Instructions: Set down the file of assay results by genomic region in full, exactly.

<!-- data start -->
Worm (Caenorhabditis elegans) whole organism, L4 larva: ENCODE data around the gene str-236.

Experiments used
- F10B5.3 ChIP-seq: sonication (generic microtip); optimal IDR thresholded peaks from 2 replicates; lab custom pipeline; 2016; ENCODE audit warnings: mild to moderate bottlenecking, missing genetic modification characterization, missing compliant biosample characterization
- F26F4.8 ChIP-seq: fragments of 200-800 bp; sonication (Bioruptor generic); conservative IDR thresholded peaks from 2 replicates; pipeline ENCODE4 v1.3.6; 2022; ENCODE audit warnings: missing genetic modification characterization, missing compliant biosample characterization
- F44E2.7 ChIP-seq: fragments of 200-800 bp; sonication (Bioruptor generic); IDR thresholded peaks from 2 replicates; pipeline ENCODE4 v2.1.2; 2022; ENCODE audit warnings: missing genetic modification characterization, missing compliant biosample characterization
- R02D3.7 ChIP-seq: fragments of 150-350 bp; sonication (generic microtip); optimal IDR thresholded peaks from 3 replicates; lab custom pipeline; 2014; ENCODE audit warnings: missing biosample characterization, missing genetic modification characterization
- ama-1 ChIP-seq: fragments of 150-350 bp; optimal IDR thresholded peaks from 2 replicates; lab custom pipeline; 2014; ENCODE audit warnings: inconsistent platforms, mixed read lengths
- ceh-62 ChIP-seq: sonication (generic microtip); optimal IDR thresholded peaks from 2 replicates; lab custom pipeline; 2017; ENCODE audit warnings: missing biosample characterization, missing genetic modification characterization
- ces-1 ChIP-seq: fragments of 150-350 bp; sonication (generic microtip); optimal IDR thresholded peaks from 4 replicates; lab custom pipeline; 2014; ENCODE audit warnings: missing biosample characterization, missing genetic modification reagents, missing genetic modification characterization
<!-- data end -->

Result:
Worm (Caenorhabditis elegans) whole organism, L4 larva: ENCODE data around the gene str-236.

Experiments used
- F10B5.3 ChIP-seq: sonication (generic microtip); optimal IDR thresholded peaks from 2 replicates; lab custom pipeline; 2016; ENCODE audit warnings: mild to moderate bottlenecking, missing genetic modification characterization, missing compliant biosample characterization
- F26F4.8 ChIP-seq: fragments of 200-800 bp; sonication (Bioruptor generic); conservative IDR thresholded peaks from 2 replicates; pipeline ENCODE4 v1.3.6; 2022; ENCODE audit warnings: missing genetic modification characterization, missing compliant biosample characterization
- F44E2.7 ChIP-seq: fragments of 200-800 bp; sonication (Bioruptor generic); IDR thresholded peaks from 2 replicates; pipeline ENCODE4 v2.1.2; 2022; ENCODE audit warnings: missing genetic modification characterization, missing compliant biosample characterization
- R02D3.7 ChIP-seq: fragments of 150-350 bp; sonication (generic microtip); optimal IDR thresholded peaks from 3 replicates; lab custom pipeline; 2014; ENCODE audit warnings: missing biosample characterization, missing genetic modification characterization
- ama-1 ChIP-seq: fragments of 150-350 bp; optimal IDR thresholded peaks from 2 replicates; lab custom pipeline; 2014; ENCODE audit warnings: inconsistent platforms, mixed read lengths
- ceh-62 ChIP-seq: sonication (generic microtip); optimal IDR thresholded peaks from 2 replicates; lab custom pipeline; 2017; ENCODE audit warnings: missing biosample characterization, missing genetic modification characterization
- ces-1 ChIP-seq: fragments of 150-350 bp; sonication (generic microtip); optimal IDR thresholded peaks from 4 replicates; lab custom pipeline; 2014; ENCODE audit warnings: missing biosample characterization, missing genetic modification reagents, missing genetic modification characterization